A History of Success
Friday, 18 December 2009
Originally published in the official 2009 World Junior Program
From the 19th century to the 21st, Ottawa’s hockey heritage is legendary
By Lucas Aykroyd
Even if it was just about checking birth certificates, Ottawa’s contribution to hockey history would be huge. Dozens of NHLers were born in the host city for the 2009 IIHF World Junior Championship, including old-time legends like Alec Connell and Frank Boucher, 1980’s stars like Rick Vaive and Doug Wilson, and current aces like Derek Roy, Marc Savard, and Rod Brind’Amour.
Yet Ottawa’s connection to Canada’s national sport, at every level, runs even deeper.
Now, Ottawa wasn’t the birthplace of hockey. The IIHF has officially awarded that distinction to Montreal, where the first organized game was played at the Victoria Skating Rink on March 3, 1875. However, the man who codified the rules for that game, James Creighton (1850-1930), brought his talents to the national capital in 1882.
While working as the Canadian Senate’s law clerk, Creighton set up a team called the Rideau Hall Rebels, which featured two sons of Lord Stanley, Canada’s Governor General. The British politician took a special interest in hockey. In 1892, Lord Stanley bought the original Stanley Cup trophy, and on March 22, 1894, the Montreal Amateur Athletic Association beat the Ottawa Generals 3-1 in the first true Cup final game.
Only in 1903 would Ottawa celebrate its first Stanley Cup, but that inaugurated a glorious championship run that lasted till 1906. The club, now officially known as the Senators for the first time, earned the nickname of the “Silver Seven,” as hockey was still played with seven men per side then. It was a colourful era when fans came heavily bundled up to cold rinks (even indoors), sometimes threw salt (or other objects) on the ice to slow down opponents, and gathered at telegraph offices for news of road victories.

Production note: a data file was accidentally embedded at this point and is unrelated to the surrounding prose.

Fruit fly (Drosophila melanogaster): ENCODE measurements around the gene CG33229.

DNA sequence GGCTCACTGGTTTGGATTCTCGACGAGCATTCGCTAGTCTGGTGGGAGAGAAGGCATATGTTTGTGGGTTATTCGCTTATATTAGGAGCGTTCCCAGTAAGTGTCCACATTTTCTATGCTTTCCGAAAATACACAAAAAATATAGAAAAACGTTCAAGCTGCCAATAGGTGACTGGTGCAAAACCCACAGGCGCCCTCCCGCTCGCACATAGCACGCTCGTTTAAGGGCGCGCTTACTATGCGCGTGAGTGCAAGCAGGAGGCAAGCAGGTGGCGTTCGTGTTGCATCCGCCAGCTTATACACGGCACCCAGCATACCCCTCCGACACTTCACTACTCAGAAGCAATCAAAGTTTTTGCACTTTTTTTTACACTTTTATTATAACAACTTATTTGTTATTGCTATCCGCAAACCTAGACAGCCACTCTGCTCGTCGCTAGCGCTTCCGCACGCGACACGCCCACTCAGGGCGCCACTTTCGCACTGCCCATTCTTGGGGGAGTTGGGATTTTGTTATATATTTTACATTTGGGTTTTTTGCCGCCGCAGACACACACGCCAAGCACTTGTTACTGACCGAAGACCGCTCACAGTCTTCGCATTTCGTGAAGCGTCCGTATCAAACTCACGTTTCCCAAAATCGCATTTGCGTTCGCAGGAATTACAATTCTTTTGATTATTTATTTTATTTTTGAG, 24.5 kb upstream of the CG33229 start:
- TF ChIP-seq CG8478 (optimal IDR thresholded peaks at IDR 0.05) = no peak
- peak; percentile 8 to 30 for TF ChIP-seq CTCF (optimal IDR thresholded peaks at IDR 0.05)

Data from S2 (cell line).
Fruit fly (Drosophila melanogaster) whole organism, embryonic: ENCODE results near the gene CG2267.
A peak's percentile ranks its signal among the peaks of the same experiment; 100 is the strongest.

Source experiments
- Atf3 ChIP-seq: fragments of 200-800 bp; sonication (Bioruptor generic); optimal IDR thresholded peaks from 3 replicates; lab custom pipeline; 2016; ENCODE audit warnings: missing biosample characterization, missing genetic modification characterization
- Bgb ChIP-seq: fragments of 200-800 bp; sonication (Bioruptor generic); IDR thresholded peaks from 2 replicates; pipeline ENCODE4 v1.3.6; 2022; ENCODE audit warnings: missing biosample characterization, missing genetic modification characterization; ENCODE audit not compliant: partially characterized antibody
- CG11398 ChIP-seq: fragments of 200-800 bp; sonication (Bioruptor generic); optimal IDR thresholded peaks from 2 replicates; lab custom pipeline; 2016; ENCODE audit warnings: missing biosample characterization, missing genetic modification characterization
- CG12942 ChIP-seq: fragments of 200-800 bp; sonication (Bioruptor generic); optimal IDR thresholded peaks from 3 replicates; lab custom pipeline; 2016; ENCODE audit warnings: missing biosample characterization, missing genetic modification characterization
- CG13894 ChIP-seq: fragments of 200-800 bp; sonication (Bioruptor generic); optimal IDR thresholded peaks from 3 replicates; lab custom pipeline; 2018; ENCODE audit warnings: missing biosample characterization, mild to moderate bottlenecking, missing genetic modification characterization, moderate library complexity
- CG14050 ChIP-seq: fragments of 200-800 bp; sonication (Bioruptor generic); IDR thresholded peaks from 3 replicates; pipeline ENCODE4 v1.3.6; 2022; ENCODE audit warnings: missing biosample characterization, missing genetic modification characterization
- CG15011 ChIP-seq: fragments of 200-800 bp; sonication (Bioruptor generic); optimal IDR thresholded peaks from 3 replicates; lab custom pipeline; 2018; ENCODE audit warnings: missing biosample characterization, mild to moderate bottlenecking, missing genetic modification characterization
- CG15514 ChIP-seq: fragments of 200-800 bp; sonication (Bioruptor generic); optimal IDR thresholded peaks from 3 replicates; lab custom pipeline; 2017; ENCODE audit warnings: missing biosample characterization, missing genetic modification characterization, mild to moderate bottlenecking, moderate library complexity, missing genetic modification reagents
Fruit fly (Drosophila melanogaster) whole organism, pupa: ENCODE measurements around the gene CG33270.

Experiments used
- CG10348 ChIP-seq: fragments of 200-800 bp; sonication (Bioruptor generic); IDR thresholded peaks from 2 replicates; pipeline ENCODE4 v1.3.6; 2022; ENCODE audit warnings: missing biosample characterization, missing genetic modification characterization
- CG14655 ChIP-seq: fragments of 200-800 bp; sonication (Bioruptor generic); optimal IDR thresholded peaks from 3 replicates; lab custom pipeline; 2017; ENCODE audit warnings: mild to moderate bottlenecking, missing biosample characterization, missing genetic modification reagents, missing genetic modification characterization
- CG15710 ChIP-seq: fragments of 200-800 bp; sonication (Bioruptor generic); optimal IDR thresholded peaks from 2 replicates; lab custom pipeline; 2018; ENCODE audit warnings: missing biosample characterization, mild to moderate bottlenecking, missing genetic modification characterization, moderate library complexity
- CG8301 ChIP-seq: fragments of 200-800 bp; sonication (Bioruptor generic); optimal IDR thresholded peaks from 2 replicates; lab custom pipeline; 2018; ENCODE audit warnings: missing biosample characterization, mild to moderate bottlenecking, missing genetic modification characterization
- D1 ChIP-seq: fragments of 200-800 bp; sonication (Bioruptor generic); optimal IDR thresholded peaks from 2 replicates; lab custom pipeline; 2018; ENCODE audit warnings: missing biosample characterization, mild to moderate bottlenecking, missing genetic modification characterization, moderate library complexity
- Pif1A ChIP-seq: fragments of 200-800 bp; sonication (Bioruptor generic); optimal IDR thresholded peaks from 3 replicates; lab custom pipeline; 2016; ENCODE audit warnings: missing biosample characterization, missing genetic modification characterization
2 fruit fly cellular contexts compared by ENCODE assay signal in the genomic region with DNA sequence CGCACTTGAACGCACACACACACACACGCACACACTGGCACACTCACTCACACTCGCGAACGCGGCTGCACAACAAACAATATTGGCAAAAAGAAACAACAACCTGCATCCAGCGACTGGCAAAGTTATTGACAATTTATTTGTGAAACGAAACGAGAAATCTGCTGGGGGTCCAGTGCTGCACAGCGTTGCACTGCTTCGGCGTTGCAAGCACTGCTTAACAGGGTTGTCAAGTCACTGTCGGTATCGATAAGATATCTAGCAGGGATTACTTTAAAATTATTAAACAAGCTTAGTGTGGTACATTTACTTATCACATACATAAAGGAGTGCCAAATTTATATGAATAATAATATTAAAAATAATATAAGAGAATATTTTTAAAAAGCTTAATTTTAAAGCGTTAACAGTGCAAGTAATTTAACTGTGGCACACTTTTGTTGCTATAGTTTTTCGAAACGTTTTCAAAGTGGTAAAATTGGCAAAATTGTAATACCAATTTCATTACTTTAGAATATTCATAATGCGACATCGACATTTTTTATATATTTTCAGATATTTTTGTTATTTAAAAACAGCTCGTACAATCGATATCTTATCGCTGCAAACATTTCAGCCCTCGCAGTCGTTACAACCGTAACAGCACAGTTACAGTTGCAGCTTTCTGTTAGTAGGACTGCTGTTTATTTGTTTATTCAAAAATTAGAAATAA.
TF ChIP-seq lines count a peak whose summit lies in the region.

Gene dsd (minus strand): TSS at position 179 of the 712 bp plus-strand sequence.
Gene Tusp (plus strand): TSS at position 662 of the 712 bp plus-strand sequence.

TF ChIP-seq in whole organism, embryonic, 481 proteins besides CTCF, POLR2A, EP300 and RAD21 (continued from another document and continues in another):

Defending their title against all comers under a challenge system, the tough and skillful Senators boasted such Hockey Hall of Famers as Harvey Pulford, Harry Westwick, Alf Smith, Billy Gilmour, goalie Bouse Hutton, and Frank McGee, a legendary sniper with one eye. McGee’s greatest on-ice feat was tallying 14 goals in a 23-2 win over Dawson City in the 1905 Cup-clincher. He retired from hockey at age 24, and sacrificed his life for his country in World War I.
The Senators remained a force to be reckoned with in those early years, winning more
Cups in 1909, 1911, 1920, 1921, 1923, and 1927. The 1920’s squad is widely considered the NHL’s first dynasty. Its front-line scorers included Cy Denneny and Frank Nighbor. Clint Benedict backstopped Ottawa to three titles, and later made history as the first NHL goalie to wear facial protection after breaking his nose in 1930.
After the 1933-34 season, Ottawa sadly relinquished its NHL team. Tough economic times, the loss of star players, and declining attendance saw the Senators relocate to St. Louis. But passion for the game in the National Capital Region stayed strong.